Ar­chi­tec­ture meets street pho­tog­ra­phy

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Trav­el­ling is what I love, so I orig­i­nally took up pho­tog­ra­phy to cap­ture mem­o­ries of all these amaz­ing places I was vis­it­ing. It was an on-and-off hobby for a few years that I was only re­ally in­ter­ested in when I was out of the coun­try vis­it­ing some­thing new. Then, in 2012, I de­cided to take pho­tog­ra­phy more se­ri­ously and fo­cus on fine art ar­chi­tec­ture, mainly long ex­po­sures. Af­ter a while I re­al­ized I was look­ing at build­ings in a new light and fram­ing ev­ery city scene I came across – I’d made the change from a hob­by­ist to an artist.

I own two Nikon cam­eras: a D810 that I like us­ing for city, sea and land­scapes as it brings out some fan­tas­tic de­tails in my ar­chi­tec­ture pho­to­graphs; I also own a Df that is ideal for walk­ing around the city shoot­ing street be­cause it’s smaller than the D810 and has great ISO ca­pa­bil­i­ties that I find to be in­cred­i­bly use­ful.

I’ve been en­joy­ing shoot­ing ar­chi­tec­ture for a few years now. More re­cently I’ve started tak­ing more street pho­tos.

As an artist, I at­tempt a more graphic street photo than a re­portage pho­to­graph. Bring­ing a strong ar­chi­tec­tural as­pect to street pho­tog­ra­phy gives it so much more, as a piece of vis­ual art. I try to cre­ate com­po­si­tions that don’t rely on a hu­man ele­ment, but I find adding one lifts the pho­to­graph to the next level. I tend to find a com­po­si­tion I like by tak­ing a few pho­tos with­out any­one present to see if it works. Once I’m happy, I wait for the right per­son to en­ter the frame.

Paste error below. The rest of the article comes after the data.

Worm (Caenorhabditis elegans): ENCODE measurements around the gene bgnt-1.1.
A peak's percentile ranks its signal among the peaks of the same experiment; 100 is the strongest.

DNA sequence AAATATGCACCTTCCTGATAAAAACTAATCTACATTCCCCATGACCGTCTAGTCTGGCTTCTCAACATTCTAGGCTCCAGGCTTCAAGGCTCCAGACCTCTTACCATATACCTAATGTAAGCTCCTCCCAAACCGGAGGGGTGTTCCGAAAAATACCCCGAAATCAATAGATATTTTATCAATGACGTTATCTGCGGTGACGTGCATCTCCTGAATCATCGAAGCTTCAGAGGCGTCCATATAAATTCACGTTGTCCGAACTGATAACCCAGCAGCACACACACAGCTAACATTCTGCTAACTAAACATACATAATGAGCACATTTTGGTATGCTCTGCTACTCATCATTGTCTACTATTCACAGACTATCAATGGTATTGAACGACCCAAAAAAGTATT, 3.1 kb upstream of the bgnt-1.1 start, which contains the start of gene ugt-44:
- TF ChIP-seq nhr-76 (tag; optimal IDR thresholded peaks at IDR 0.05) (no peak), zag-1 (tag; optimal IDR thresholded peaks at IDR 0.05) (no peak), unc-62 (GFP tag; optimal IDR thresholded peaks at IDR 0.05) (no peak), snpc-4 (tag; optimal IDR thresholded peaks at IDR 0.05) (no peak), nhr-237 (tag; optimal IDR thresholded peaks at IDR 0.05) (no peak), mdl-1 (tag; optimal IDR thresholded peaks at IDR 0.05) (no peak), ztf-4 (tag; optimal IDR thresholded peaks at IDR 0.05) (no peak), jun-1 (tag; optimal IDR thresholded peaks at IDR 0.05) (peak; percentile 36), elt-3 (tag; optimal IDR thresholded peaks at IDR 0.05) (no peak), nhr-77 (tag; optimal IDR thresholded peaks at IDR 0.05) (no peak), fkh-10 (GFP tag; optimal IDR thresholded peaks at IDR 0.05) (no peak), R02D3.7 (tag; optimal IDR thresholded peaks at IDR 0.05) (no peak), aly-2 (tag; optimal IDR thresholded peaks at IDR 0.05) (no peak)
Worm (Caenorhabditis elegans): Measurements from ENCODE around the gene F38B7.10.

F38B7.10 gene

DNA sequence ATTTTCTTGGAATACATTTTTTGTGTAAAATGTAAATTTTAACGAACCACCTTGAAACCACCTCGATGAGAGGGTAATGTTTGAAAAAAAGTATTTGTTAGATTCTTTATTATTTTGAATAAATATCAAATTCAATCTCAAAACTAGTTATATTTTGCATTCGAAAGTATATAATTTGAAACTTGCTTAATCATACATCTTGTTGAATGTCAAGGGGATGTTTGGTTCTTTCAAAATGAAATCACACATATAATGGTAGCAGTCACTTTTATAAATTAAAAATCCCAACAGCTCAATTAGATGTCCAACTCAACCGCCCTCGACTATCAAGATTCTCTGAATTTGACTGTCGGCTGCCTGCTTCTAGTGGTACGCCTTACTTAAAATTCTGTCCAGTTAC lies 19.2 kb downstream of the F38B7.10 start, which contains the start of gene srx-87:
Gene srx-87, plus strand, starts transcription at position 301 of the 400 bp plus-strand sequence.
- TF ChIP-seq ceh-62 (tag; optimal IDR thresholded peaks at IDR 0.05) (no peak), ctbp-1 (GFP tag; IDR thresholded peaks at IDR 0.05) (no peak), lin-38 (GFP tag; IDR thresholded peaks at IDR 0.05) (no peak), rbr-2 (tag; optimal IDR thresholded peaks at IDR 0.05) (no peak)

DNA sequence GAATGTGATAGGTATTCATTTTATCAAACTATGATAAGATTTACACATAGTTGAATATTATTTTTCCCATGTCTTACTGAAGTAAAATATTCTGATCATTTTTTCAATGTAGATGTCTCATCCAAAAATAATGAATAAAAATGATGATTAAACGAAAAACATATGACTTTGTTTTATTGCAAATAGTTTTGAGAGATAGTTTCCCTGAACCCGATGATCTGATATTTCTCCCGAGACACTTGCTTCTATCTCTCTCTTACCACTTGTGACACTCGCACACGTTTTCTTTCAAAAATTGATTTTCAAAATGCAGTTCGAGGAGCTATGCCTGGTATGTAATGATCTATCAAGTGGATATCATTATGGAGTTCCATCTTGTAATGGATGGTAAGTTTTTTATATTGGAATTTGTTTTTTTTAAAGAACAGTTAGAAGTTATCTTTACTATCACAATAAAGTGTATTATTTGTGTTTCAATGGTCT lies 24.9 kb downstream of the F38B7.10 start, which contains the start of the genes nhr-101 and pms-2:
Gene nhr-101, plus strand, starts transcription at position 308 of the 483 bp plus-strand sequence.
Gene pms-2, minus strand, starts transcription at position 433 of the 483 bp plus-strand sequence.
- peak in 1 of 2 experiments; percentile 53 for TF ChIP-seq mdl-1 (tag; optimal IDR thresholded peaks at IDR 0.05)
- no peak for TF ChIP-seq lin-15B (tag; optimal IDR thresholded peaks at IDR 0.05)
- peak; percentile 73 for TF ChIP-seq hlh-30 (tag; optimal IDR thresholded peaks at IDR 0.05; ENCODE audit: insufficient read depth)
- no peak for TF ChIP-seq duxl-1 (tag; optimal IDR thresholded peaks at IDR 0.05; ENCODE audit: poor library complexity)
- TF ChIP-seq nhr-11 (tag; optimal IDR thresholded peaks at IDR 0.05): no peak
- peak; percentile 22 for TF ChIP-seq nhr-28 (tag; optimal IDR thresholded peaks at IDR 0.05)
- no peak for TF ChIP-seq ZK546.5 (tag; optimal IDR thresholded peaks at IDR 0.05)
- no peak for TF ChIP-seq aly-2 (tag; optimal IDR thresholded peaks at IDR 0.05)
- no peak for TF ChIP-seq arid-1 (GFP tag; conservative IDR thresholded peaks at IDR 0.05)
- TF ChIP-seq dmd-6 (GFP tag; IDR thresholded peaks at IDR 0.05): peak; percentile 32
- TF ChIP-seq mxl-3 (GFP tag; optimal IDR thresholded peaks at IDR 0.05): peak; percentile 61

This won­der­ful church has tall aisles that can only be shown off by hav­ing a per­son

in the shot [1]. The build­ing is so well de­signed, it has light flow­ing through the large win­dows, light­ing up the de­tails in the brick arches. Shoot­ing hand­held in­side I needed to have a high ISO for this photo. Dur­ing this trip I was shoot­ing on the D810, it’s a ca­pa­ble cam­era, but I would’ve pre­ferred my Df with me for this one – I think it’s bet­ter at han­dling noise. In­stead, I had to use a wider aper­ture and a high ISO.

When I orig­i­nally vis­ited the lo­ca­tion in my first shot I was dis­ap­pointed to find the win­dow blinds were open [2]

– I was un­able to get the pho­to­graph that I wanted. In­stead, I tried play­ing with the shapes of the area to show the vast scale. I re­vis­ited the lo­ca­tion later in the year and the blinds were this time shut as I wanted [3]. The jog­ger run­ning past the huge win­dow helps to show the scale of the struc­ture, while I still used the won­der­ful shapes to show the beauty of the build­ing.

The City of Arts and Sciences is a pho­tog­ra­pher’s play­ground with so many won­der­ful, mod­ern-look­ing build­ings [4]. De­signed by one of the best liv­ing ar­chi­tects, San­ti­ago Cala­trava, the com­plex has op­por­tu­ni­ties for pho­to­graphs ev­ery­where you look. The shal­low lakes cre­ate re­flec­tions of the bright build­ings and the Span­ish sun lights them up while cast­ing nice shad­ows.

I tried get­ting all these el­e­ments into the photo while in­clud­ing hu­man pres­ence. The per­son in the frame shows the scale of the build­ing and the re­flec­tion makes the build­ing look even big­ger.

Bring­ing a strong ar­chi­tec­tural as­pect to street pho­tog­ra­phy gives it so much more

1 2

32 ShapesNikon D810, 50mm f/2, 1/800 sec, f/5.6, ISO500

4 B-eye-kNikon D810, 18mm f/2.8, 1/640 sec, f/8, ISO100 4

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